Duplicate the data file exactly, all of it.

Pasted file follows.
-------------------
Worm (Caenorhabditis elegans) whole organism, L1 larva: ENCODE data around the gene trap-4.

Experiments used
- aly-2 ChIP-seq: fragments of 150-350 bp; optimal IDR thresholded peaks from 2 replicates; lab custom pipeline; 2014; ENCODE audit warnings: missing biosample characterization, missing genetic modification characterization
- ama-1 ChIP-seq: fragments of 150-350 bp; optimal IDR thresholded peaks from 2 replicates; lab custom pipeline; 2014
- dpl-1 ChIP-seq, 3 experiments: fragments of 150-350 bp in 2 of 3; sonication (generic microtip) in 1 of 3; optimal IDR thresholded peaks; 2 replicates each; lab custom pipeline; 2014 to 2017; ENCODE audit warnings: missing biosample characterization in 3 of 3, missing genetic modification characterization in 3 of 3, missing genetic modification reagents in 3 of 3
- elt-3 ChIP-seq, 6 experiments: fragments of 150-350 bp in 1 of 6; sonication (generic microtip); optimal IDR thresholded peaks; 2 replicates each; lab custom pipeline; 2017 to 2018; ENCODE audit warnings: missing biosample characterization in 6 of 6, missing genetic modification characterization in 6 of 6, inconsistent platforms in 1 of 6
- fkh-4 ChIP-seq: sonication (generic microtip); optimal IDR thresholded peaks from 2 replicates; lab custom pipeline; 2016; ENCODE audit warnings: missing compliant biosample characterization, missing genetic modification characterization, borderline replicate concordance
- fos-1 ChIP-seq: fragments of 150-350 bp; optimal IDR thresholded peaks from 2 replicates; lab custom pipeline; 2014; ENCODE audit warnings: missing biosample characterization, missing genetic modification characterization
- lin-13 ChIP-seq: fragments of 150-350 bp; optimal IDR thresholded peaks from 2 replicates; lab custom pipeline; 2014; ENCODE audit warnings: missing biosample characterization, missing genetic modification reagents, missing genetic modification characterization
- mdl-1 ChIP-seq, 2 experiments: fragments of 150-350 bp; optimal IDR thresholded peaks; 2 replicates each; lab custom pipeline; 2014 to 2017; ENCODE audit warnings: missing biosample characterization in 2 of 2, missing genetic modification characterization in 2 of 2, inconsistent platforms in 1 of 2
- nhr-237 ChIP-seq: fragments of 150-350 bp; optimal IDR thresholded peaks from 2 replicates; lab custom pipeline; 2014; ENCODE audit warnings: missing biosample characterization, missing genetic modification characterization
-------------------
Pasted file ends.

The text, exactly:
Worm (Caenorhabditis elegans) whole organism, L1 larva: ENCODE data around the gene trap-4.

Experiments used
- aly-2 ChIP-seq: fragments of 150-350 bp; optimal IDR thresholded peaks from 2 replicates; lab custom pipeline; 2014; ENCODE audit warnings: missing biosample characterization, missing genetic modification characterization
- ama-1 ChIP-seq: fragments of 150-350 bp; optimal IDR thresholded peaks from 2 replicates; lab custom pipeline; 2014
- dpl-1 ChIP-seq, 3 experiments: fragments of 150-350 bp in 2 of 3; sonication (generic microtip) in 1 of 3; optimal IDR thresholded peaks; 2 replicates each; lab custom pipeline; 2014 to 2017; ENCODE audit warnings: missing biosample characterization in 3 of 3, missing genetic modification characterization in 3 of 3, missing genetic modification reagents in 3 of 3
- elt-3 ChIP-seq, 6 experiments: fragments of 150-350 bp in 1 of 6; sonication (generic microtip); optimal IDR thresholded peaks; 2 replicates each; lab custom pipeline; 2017 to 2018; ENCODE audit warnings: missing biosample characterization in 6 of 6, missing genetic modification characterization in 6 of 6, inconsistent platforms in 1 of 6
- fkh-4 ChIP-seq: sonication (generic microtip); optimal IDR thresholded peaks from 2 replicates; lab custom pipeline; 2016; ENCODE audit warnings: missing compliant biosample characterization, missing genetic modification characterization, borderline replicate concordance
- fos-1 ChIP-seq: fragments of 150-350 bp; optimal IDR thresholded peaks from 2 replicates; lab custom pipeline; 2014; ENCODE audit warnings: missing biosample characterization, missing genetic modification characterization
- lin-13 ChIP-seq: fragments of 150-350 bp; optimal IDR thresholded peaks from 2 replicates; lab custom pipeline; 2014; ENCODE audit warnings: missing biosample characterization, missing genetic modification reagents, missing genetic modification characterization
- mdl-1 ChIP-seq, 2 experiments: fragments of 150-350 bp; optimal IDR thresholded peaks; 2 replicates each; lab custom pipeline; 2014 to 2017; ENCODE audit warnings: missing biosample characterization in 2 of 2, missing genetic modification characterization in 2 of 2, inconsistent platforms in 1 of 2
- nhr-237 ChIP-seq: fragments of 150-350 bp; optimal IDR thresholded peaks from 2 replicates; lab custom pipeline; 2014; ENCODE audit warnings: missing biosample characterization, missing genetic modification characterization